Next, in the third read cycle TR3 of the external clock ECK shown in FIG. 8 (1), the external address fetch/latch circuit 21 fetches the external address EAD shown in FIG. 8 (2) ((0, 0) in this case) (Step SP2). Thereafter, the external address fetch/latch circuit 21 latches the external address EAD and supplies the latched external address EAD to the high-speed data generating circuit 17 as a latch address LAD ((0, 0) in this case) (see FIG. 8 (4)) (Step SP5). At the same time, the external address fetch/latch circuit 21 transfers the external address EAD to the internal address generating circuit 22 via the control bus 23 (Step SP6).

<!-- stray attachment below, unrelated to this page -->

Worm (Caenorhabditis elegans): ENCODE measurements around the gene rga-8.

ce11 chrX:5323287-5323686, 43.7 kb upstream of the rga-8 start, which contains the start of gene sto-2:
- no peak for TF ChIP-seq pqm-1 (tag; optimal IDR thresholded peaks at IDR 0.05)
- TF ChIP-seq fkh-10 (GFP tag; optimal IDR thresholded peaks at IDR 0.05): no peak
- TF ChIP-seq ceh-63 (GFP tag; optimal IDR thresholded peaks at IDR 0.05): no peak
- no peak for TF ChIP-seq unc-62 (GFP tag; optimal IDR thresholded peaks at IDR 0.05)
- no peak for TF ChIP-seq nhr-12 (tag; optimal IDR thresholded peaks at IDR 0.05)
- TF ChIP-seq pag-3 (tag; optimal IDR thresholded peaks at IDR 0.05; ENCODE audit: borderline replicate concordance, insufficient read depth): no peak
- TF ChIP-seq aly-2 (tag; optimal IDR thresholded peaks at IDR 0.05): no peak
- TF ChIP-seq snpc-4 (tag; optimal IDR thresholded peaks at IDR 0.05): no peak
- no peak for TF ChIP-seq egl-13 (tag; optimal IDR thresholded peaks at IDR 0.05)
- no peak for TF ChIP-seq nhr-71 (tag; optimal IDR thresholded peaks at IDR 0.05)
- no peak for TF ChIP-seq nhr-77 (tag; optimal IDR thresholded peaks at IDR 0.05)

Meanwhile, in synchronization with rise of the PLL clock PCK, the internal address generating circuit 22 generates four internal addresses IAD ((0, 0), (1, 0), (2, 0) and (3, 0) in this case) (see FIG. 8 (6)) which include the external address EAD ((0, 0) in this case) supplied from the external address fetch/latch circuit 21 via the control bus 23 (Step SP7) Moreover, in the first and second read cycles TR1 and TR2 of the external clock ECK shown in FIG. 8 (1), in parallel with the above-described processing, the high-speed control signal generating circuit 15 generates the internal chip select signal ICSB and the internal write enable signal IWEB based on the external chip select signal ECSB and the external write enable signal EWEB. At the same time, based on the PLL clock PCK and the external address EAD, the high-speed control signal generating circuit 15 generates the read enable signal RE shown in FIG. 8 (7) (Step SP8).